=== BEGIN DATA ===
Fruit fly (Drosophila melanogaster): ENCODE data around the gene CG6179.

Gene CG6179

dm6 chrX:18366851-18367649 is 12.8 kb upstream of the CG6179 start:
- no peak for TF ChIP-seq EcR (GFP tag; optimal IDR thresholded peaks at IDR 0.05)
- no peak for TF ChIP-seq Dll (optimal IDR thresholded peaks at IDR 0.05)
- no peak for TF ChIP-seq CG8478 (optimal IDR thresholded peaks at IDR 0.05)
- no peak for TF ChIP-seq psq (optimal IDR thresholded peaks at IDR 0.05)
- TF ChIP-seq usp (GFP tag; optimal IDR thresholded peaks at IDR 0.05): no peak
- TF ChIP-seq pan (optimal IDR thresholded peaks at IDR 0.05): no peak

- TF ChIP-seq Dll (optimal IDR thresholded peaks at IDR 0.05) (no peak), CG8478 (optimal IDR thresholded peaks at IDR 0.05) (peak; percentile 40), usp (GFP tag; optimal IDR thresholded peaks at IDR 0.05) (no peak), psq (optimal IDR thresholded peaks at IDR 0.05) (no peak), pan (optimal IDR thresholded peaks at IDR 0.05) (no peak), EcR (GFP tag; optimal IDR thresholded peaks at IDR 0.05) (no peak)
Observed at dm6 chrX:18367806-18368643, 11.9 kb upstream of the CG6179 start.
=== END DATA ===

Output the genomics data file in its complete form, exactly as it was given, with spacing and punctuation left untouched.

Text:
Fruit fly (Drosophila melanogaster): ENCODE data around the gene CG6179.

Gene CG6179

dm6 chrX:18366851-18367649 is 12.8 kb upstream of the CG6179 start:
- no peak for TF ChIP-seq EcR (GFP tag; optimal IDR thresholded peaks at IDR 0.05)
- no peak for TF ChIP-seq Dll (optimal IDR thresholded peaks at IDR 0.05)
- no peak for TF ChIP-seq CG8478 (optimal IDR thresholded peaks at IDR 0.05)
- no peak for TF ChIP-seq psq (optimal IDR thresholded peaks at IDR 0.05)
- TF ChIP-seq usp (GFP tag; optimal IDR thresholded peaks at IDR 0.05): no peak
- TF ChIP-seq pan (optimal IDR thresholded peaks at IDR 0.05): no peak

- TF ChIP-seq Dll (optimal IDR thresholded peaks at IDR 0.05) (no peak), CG8478 (optimal IDR thresholded peaks at IDR 0.05) (peak; percentile 40), usp (GFP tag; optimal IDR thresholded peaks at IDR 0.05) (no peak), psq (optimal IDR thresholded peaks at IDR 0.05) (no peak), pan (optimal IDR thresholded peaks at IDR 0.05) (no peak), EcR (GFP tag; optimal IDR thresholded peaks at IDR 0.05) (no peak)
Observed at dm6 chrX:18367806-18368643, 11.9 kb upstream of the CG6179 start.